agricultural sections of the county. Oneida Lake, at some
period, undoubtedly covered a very much larger territory
than at present, and the valley of the Mohawk above Little
Falls very possibly constituted a long, narrow lake, extend-
ing as far west as Rome ; and the two may have been
united in one body. Of course this .speculation refers to
a late period in the earth's history, when the whole region
of the State had been lifted above the shallow sea that
once overspread it.

GEOLOGY.

The geological features of Oneida County and the imme-
diate resjion are araonj; the most remarkable in the world.
Within a distance of thirty miles, measured from northeast
to southwest, from the Black River valley, in the town of
Remsen, to the valley of Oiiskany Creek, in the southern



» This is claiuiod to be the lowest pass through the main Appala-
cliian system.



HISTORY OF ONEIDA COUNTY, NEW YORK.



11



part of the county, there is an outcrop of nearly every for-
mation from the Archsoan, or primitive, to the Carboniferous.
To illustrate: commencing with the primary rooks of the
Adirondack region, mainly composed of gneiss, we find in
succession, as we go south, the great limestone system
known as the Trenton (including the Birdseye, the Black
River, and the Trenton proper) formations, with their
wonderful fossil remains ; the Utica slate ; the Lorraine
shales, or Hudson River group (known in the west as the
Cincinnati group) ; the Oneida conglomerate ; the Medina
sandstone ; the Clinton group ; the Niagara shale and lime-
stone ; the Onondaga salt group ; the Helderberg lime-
stone ; the Oriskany sandstone ; and the Hamilton and
Chemung shales and sandstones. It is very probable that
below the Trenton group, lying between that and the pri-
mary rocks, the Potsdam and Calciferous sandstone, and
the Chazy limestone, may all be found, as they outcrop in
various other directions, — north, east, and south from the
primary system.

Trap-dykes and veins do not occur in the county ; or if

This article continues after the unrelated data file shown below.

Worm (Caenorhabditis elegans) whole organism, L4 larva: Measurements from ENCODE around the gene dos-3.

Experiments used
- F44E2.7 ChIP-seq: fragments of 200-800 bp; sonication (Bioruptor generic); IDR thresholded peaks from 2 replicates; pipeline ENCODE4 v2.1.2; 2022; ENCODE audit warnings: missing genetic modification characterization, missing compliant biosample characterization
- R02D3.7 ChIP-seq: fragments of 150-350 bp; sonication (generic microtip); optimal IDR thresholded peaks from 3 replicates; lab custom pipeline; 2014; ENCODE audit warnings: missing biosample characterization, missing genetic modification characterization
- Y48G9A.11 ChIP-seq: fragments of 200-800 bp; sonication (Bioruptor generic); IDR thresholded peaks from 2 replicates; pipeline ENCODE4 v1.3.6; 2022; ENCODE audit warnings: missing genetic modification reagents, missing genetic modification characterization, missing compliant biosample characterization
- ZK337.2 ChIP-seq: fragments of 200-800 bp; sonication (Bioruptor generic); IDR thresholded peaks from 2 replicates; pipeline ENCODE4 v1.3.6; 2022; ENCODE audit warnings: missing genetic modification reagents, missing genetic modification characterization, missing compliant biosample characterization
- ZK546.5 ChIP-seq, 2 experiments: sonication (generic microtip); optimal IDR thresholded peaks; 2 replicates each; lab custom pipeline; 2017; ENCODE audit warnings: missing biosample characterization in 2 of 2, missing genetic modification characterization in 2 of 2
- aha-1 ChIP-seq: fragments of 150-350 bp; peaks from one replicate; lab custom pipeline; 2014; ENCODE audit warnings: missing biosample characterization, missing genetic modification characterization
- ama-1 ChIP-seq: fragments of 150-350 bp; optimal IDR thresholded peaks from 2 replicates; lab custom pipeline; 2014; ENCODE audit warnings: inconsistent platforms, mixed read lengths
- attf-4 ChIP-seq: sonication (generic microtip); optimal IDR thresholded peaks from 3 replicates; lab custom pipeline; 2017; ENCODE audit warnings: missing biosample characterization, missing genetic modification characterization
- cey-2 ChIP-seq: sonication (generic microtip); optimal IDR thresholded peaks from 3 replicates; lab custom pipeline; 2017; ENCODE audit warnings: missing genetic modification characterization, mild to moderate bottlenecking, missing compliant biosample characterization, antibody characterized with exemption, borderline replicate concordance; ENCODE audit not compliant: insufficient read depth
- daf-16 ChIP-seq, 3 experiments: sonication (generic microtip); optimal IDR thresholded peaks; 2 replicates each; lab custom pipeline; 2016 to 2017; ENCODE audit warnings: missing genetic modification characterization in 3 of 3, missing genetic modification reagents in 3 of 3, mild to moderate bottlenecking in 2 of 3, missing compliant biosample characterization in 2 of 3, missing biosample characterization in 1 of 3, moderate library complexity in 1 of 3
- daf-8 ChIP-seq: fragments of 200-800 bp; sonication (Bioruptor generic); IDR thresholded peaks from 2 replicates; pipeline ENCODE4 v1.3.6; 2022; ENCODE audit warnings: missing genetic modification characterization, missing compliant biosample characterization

found they are exceedingly diminutive, as may be seen in
the limestone at Trenton Falls, on West Canada Creek.
Of these various formations, the Trenton limestone, Utica
slate, Oneida conglomerate, the Clinton group, and the
Oriskany sandstone received their names from their fine
development in this county.

" Of useful minerals, the county has the lenticular clay
iron ore of the Clinton group ; bog ore, in the swamps near
Oneida Lake ; and pcssibly magnetic ore, in the northeast
part, where there is abundance of iron-sand. Marl and
peat have been found in some places, and water-lime and
gypsum quarries have been worked to some extent. Build-
ing-stone in great variety, and of superior quality, has been
extensively quarried. Mineral springs are found in several
places."*

The Arehjean, or primitive rocks, are supposed to have a
thickness of 50,000 feet, and are known to geologists as the
Laurentian system, from their grand development in the
St. Lawrence region. Another formation of the primitive,
known as the Huronian system, from its development in
the vicinity of Lake Huron, estimated at from 10,000 to
20,000 feet in thickness, is by many supposed to be of sub-
sequent formation to the Laurentian, but still belonging
to the primitive. The granular limestone and iron-bearing
region of St. Lawrence County is sometimes referred to the
Huronian. Professor Helmholtz, the eminent scientist,
has made an approximate calculation of the length of time
required to cool this granite mass into a solid, and estimates
the period at 350,000,000 years.

The Archaean region of Northern New York covers an area
of about 12,000 square miles, and is composed mostly of
granite, gneiss, hypersthene, etc., depending upon the pro-
portions of the ingredients which compose it, — quartz, feld-
spar, hornblende, and mica. This formation lifts its highest
points (Mount Marcy and others) more than 5000 feet
above the sea, while in Pennsylvania the same formation is
more than 7 miles below the surface, being overlaid by a
maximum thickness of sedimentary rocks to the depth of

* State Gazetteer.



42,000 feet. These sedimentary or secondary rocks are